by Guest Blogger Ahmed Al-Ansari
From the 13th to the 21st June 2015 the nation celebrates National Picnic Week! For those busy working or who live in one of the many high rise apartments in the city we have compiled a list of the top green spaces that you can enjoy while on a lunch break, day out or simply a stroll.
We have even gone to the trouble of listing the closest tube station to show how easy it is to reach these fantastic communal parks.
Image Source: www.royalparks.org.uk
Closest Tube Station: Green Park or Hyde Park Corner
Green Park is one of the smallest royal parks in the city centre with just 40 acres. It lies next to Buckingham Palace and is a popular location for picnics.
This park opened to the public in 1826, previous to then it was an enclosed area used as a hunting ground by King Charles II.
Although the area is smaller and has just one kiosk for refreshments the location is so central it is perfect for those wanting to take part in the ‘Picnic Week’ during a lunch hour with use of some very British striped deck chairs for hire.
Closest Tube Station: Golders Green, Hampstead Heath or Kentish Town
‘The Heath’ as it is known is one of the oldest areas of common land in London dating back to 986 and it is even mentioned in the Doomsday Book of 1086.
This open space, although much smaller than back in the 9thCentury, encompasses 790 acres of land, with a zoo, athletics track, education centre, and three free swimming pools and a Lido!
If you are not the sporty type the park offers one of the best views of London standing at one of the highest points in the city.
The Heath also has a recognised status as one of London’s best places for wildlife.
Closest Tube Station: Queen’s Park
Queens Park, named after Queen Victoria in 1887, is also a registered charity.
The 12 hectares of space, although far smaller than the likes of Hampstead Heath, provide a green space in one of London’s most densely populated areas.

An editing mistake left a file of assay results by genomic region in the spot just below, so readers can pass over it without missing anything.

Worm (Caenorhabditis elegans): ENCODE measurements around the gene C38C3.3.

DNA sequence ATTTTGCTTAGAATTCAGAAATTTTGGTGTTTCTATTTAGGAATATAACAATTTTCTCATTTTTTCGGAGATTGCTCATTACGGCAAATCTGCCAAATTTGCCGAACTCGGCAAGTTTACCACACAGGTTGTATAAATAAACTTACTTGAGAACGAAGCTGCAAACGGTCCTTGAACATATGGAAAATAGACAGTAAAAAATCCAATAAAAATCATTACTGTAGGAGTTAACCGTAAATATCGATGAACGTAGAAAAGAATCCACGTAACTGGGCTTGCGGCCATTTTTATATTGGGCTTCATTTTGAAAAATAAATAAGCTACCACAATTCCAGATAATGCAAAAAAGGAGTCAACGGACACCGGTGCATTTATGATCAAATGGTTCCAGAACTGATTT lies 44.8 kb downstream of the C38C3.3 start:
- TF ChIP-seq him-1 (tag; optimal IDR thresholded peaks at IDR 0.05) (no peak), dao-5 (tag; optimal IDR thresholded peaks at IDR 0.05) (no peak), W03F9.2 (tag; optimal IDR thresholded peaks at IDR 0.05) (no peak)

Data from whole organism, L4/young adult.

The park includes a tennis court, pitch and putt course, ornamental garden, paddling pool, small zoo and café.
|Image source: www.gardenvisit.com
Closest Tube Station: Monument or Tower Hill
This popular space was opened as a garden in the 1970’s, one of the more recent additions to London’s green spaces. Originally the Church of St Dunstan stood on the area but after damage from the Great Fire of London and the Blitz in 1941 the church went into disrepair and in 1967 it was decided that the ruins would be used as a garden area.
Those with green fingers will really appreciate this green space, rich with flowers webbing through the ruins.
|Image Source: www.royalparks.org.uk
Closest Tube Station: Lancaster Gate and Marble Arch
This is London’s biggest royal park at 350 acres which equates to approx. 1.5 miles long and 1 mile wide. The park once owed by King Henry VIII was opened to the public in the 1600’s but during that time only very high class members of society were allowed to enter the parks enclosures.
It is the home to landmarks including Serpentine Lake, Speakers Corner and Diana, Princes of Wakes Memorial Fountain, but what it is perhaps best known for in recent times is as a popular location for mass demonstrations, the Christmas Winter Wonderland and live music events.
The park also offers a volunteer run electric buggy service. ‘Liberty Drives’ are small sightseeing buggies driven by volunteers around the parks which do not charge a fare, but ask for a donation.
Author Bio: Ahmed Al-Ansari, Media Manager at Morgan Pryce, commercial property agents in London